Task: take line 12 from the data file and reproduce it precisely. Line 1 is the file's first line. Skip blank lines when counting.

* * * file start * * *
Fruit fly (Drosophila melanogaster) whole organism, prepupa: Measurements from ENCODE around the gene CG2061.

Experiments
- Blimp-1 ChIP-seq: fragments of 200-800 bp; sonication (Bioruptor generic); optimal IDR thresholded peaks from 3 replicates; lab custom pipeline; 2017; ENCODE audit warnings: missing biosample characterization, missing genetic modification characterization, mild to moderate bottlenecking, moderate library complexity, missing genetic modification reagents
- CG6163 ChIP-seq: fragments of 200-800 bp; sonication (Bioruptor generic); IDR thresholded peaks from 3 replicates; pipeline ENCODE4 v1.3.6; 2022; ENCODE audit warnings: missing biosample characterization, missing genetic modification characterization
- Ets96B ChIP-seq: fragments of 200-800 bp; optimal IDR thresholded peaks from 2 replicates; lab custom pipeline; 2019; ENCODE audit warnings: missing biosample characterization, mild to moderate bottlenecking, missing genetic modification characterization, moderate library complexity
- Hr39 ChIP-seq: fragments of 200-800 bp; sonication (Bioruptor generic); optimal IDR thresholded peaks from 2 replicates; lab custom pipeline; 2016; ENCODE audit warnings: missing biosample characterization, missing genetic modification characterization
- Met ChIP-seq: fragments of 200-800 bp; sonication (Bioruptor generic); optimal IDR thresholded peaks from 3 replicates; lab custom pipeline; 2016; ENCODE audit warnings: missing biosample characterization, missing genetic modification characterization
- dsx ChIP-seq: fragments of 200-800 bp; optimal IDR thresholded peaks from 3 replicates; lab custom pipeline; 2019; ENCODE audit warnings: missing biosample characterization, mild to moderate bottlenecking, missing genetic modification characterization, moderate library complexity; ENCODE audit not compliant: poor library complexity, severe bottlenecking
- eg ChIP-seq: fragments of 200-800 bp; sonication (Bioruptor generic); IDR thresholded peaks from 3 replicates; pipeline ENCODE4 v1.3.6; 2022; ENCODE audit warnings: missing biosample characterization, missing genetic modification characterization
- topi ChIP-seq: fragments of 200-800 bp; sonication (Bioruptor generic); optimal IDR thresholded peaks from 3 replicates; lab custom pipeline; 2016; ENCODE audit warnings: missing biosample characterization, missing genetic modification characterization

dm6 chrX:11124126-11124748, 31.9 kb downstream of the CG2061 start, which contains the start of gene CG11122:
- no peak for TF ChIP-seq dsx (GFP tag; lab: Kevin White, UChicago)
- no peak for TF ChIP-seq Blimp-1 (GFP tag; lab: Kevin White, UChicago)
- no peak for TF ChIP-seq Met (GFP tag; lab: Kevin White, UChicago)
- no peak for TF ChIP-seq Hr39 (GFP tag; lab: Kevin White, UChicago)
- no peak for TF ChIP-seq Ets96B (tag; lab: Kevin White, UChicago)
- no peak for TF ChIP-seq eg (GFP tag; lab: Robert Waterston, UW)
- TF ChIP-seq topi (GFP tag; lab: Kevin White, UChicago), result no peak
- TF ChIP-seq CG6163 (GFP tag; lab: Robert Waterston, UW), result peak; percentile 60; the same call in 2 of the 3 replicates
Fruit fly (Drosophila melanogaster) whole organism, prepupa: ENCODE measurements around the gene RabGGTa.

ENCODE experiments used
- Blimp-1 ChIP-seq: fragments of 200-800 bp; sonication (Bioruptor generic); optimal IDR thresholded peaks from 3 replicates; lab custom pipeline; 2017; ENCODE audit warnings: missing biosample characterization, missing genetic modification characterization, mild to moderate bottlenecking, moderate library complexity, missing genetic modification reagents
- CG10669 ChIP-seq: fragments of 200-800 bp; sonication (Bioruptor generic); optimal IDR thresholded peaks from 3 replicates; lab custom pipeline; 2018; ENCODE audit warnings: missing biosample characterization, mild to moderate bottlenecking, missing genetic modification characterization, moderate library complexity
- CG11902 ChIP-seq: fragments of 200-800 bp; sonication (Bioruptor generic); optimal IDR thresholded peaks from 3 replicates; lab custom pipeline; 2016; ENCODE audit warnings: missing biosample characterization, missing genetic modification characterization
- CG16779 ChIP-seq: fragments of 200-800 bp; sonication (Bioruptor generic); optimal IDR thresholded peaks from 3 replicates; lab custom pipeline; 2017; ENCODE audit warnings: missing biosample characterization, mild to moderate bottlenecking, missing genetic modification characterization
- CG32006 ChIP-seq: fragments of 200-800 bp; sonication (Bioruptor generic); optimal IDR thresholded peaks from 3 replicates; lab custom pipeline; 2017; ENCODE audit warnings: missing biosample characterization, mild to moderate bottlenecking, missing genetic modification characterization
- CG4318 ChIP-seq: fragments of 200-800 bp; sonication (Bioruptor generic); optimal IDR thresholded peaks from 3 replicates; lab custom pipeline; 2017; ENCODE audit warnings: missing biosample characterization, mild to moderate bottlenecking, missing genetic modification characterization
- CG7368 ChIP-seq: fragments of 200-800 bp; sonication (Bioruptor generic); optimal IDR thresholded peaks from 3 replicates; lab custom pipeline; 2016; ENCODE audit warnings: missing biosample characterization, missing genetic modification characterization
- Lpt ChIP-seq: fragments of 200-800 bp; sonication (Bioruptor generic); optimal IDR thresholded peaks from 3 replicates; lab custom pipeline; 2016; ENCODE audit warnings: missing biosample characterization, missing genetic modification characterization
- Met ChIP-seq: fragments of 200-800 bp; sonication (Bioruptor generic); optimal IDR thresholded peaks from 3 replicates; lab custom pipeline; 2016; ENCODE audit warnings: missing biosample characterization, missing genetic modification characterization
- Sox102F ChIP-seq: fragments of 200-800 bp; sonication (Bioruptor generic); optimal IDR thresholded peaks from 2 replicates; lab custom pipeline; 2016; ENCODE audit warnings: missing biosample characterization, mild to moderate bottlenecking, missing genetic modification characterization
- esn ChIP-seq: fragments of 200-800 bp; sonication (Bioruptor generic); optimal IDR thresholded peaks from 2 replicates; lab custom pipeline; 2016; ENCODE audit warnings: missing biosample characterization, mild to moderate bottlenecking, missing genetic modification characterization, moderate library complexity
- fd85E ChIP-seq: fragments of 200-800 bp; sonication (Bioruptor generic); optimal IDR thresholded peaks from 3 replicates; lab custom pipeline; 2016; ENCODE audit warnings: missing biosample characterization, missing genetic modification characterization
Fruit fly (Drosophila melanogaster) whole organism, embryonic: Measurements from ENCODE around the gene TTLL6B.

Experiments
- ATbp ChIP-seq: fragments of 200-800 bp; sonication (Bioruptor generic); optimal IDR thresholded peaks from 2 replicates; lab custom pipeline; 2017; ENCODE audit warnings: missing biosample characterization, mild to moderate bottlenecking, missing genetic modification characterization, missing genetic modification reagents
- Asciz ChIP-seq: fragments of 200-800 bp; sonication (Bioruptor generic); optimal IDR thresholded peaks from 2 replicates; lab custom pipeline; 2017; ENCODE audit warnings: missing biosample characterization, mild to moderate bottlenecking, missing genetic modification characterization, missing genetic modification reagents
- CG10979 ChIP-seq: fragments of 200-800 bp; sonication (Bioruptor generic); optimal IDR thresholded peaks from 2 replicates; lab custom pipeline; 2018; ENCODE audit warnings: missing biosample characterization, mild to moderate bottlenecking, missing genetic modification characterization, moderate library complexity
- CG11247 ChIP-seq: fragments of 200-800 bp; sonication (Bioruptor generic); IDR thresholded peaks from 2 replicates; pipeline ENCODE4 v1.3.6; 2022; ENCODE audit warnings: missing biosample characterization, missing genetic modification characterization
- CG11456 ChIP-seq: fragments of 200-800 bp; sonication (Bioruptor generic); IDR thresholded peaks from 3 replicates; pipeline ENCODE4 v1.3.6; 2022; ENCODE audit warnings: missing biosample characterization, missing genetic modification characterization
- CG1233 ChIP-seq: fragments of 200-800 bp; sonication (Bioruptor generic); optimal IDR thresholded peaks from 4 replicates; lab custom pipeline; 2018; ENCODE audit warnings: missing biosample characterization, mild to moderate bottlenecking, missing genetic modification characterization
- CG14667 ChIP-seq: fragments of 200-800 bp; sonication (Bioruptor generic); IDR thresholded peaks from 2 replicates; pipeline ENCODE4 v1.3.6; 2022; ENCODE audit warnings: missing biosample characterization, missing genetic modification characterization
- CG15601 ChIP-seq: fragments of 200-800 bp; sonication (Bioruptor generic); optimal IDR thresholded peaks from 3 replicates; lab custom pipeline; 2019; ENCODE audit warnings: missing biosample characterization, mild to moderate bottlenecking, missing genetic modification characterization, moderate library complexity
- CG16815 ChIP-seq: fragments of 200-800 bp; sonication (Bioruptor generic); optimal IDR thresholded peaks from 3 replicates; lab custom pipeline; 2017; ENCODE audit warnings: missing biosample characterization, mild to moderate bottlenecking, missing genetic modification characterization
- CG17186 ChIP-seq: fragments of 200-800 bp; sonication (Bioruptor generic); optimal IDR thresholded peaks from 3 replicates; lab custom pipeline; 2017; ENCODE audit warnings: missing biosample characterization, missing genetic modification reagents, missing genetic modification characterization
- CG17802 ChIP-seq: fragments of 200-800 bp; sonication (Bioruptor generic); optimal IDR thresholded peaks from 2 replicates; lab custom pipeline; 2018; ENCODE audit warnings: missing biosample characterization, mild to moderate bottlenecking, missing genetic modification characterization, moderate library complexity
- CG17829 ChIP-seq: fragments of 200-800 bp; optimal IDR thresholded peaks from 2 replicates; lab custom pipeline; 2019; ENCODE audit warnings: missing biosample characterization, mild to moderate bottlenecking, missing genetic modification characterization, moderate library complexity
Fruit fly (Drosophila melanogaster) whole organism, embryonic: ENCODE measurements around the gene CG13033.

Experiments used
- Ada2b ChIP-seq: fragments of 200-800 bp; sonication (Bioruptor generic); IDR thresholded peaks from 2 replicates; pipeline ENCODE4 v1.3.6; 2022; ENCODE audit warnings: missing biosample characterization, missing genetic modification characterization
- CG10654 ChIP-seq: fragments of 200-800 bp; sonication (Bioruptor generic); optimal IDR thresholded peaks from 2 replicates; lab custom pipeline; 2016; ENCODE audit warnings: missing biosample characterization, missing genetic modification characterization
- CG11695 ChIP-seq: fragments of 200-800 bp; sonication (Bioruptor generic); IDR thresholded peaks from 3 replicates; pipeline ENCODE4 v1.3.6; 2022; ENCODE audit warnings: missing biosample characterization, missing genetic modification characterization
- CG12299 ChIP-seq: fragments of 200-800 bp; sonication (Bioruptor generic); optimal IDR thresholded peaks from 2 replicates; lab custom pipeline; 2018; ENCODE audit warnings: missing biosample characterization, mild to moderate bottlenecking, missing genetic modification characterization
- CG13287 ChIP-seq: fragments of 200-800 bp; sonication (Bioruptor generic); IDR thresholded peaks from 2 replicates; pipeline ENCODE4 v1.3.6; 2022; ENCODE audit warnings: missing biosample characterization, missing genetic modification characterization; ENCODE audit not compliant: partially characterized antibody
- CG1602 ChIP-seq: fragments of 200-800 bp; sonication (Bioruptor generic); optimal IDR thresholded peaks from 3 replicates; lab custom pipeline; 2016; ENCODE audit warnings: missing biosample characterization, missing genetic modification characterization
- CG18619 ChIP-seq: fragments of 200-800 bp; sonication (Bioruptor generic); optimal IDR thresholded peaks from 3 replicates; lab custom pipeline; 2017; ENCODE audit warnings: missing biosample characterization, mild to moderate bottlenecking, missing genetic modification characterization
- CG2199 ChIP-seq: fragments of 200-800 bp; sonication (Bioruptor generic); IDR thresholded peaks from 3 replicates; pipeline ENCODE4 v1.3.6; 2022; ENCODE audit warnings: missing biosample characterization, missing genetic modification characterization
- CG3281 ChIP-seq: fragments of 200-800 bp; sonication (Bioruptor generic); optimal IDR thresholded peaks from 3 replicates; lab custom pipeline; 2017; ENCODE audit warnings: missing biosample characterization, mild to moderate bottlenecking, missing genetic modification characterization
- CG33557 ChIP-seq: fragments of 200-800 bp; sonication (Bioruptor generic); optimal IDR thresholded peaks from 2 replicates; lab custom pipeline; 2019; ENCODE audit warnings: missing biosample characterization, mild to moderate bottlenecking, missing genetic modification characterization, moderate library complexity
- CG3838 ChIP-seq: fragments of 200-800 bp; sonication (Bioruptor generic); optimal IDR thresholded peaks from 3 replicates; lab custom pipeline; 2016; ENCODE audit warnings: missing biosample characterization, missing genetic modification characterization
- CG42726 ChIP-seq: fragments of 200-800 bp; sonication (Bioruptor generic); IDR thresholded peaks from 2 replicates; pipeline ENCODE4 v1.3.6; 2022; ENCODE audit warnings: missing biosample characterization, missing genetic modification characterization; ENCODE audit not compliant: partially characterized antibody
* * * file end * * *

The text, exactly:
- no peak for TF ChIP-seq dsx (GFP tag; lab: Kevin White, UChicago)